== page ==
Manage episode 224462037 series 1323617
The following content may contain strong language.
Full introduction by Simon Stephens:
“One of the most important figures in the recent history of the Royal Court is the playwright Steven Jeffreys who for fifteen years worked as the Literary Associate here throughout the nineties and the start of this century. He was the mentor to a generation of playwrights including myself and the champion and agitator to his Artistic Directors Steven Daldry and Ian Rickson. He was also one of the most searing readers of new plays I have met.
He tells the story of one script meeting here at the theatre. Steven Daldry was struggling to find plays to programme. While there was an increasing sense that a generation of writers like Sarah Kane, Joe Penhall and Rebecca Prichard were energising the form Daldry needed a play for the Theatre Downstairs. Steven Jeffreys walked into the weekly script meetings one Friday morning with a script in his hand. He declared that he had found it. The play that would run in the theatre downstairs for the summer. A guaranteed hit. The first time a debut play would play in the Theatre Downstairs for a generation.
The play, Mojo, was written by a young writer called Jez Butterworth and Steven Jeffreys’ brilliance as a reader was proven. Mojo, a play set in a fifties Soho of violence and sex and rock and roll was a massive success. At a time when many theatres were closing for the summer the Royal Court had a hit on their hand and directed by Ian Rickson, the Court had in Butterworth an arresting and brilliant new voice. The qualities that astonished and sparkled in Mojo, a linguistic verve and audacity of observation that crackled in tension with a dramaturgical assurance have defined Butterworth’s plays.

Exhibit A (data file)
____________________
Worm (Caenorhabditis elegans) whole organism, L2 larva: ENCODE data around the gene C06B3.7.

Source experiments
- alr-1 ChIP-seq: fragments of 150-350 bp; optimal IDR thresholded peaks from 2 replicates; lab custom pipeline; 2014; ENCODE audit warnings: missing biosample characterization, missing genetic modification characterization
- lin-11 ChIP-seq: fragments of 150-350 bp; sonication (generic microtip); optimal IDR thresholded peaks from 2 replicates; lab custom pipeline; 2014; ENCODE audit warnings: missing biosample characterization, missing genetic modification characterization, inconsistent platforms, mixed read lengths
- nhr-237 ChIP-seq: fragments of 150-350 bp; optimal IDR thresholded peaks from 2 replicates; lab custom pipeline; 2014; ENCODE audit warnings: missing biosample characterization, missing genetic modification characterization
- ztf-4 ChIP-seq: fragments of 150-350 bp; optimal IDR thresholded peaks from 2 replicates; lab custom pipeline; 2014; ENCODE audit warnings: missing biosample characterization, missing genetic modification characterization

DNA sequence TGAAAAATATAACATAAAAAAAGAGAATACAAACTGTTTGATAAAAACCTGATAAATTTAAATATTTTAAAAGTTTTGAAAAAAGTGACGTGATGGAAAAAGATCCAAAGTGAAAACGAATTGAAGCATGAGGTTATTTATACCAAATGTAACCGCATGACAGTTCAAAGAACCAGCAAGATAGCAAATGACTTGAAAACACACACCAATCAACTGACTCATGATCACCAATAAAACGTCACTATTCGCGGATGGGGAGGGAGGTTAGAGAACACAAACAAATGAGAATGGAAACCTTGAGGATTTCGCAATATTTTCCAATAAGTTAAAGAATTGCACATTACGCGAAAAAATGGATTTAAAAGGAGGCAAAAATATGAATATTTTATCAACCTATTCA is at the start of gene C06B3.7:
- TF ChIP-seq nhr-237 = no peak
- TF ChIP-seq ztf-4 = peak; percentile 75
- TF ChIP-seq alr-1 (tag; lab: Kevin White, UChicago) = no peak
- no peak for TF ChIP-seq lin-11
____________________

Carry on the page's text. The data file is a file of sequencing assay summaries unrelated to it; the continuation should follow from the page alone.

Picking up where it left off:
After a seven year break from playwriting in which he established himself as a screenwriter of note in the US and the UK alike he returned to the Royal Court in 2002 with the brilliant Night Heron. 2005’s the Winterling also debuted at the Court. In 2008 his haunting Parlour Song opened at the Atlantic Theatre in New York and in 2009 it was given its European premiere at the Almeida. All of the plays were directed by Ian Rickson.
But it was the play he opened at the Court that summer that arrived like a thunderbolt into the heart of English playwriting. Jerusalem, was a vibrant dramatisation of the defiant last stand against rural petty officialdom of alcoholic, drug addled, poet, charmer, mystic and myth maker Johnny “Rooster” Byron. It starred Mark Rylance in a multi award winning performance that articulated the verve and honesty, brutality, wit and sadness of Butterworth’s play with humanity and directness. It played for a year in the West End and was a soaring success on Broadway.
I loved the unnerving arrest of his next play The River in 2012 and was left reeling by 2017’s The Ferryman. A play that was ostensibly an interrogation of the Northern Irish troubles of the early eighties, was to me more a play about commitment. Commitment not only to an ideological organisation, but to a marriage or a family and the political and psycho-spiritual obstructions that dog that commitment at all turns. For all its epic scope and hinterland of magic The Ferryman was, for me, an astonishing play of breadth and ferocity about a man trying to be good.
Jez Butterworth hasn’t written prolifically for theatre. In fact he has written seven stage plays in nearly twenty five years but four of those plays have played sell out runs in medium scale theatres on both sides of the Atlantic and three of them have been, arguably, the defining plays of their decade.”